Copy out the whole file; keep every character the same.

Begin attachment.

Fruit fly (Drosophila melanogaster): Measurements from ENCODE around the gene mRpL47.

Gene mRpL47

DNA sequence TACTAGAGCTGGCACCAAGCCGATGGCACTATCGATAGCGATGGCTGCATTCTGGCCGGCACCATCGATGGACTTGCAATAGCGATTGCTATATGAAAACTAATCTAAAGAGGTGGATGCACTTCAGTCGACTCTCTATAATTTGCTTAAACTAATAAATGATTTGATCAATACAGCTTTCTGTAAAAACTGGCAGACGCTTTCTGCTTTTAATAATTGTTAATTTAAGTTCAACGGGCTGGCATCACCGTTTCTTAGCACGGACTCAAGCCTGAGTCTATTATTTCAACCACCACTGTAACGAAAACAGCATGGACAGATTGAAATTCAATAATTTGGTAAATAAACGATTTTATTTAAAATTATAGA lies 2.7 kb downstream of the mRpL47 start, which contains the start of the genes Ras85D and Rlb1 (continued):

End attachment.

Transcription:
Fruit fly (Drosophila melanogaster): Measurements from ENCODE around the gene mRpL47.

Gene mRpL47

DNA sequence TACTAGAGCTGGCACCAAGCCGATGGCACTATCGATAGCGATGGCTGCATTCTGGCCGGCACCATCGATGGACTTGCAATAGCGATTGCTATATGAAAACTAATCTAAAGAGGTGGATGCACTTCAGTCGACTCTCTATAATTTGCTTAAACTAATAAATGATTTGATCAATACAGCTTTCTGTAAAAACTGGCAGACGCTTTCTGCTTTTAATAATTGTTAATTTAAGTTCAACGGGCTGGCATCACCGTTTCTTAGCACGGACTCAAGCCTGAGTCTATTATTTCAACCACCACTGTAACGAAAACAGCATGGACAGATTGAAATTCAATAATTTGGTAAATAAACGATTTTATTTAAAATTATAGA lies 2.7 kb downstream of the mRpL47 start, which contains the start of the genes Ras85D and Rlb1 (continued):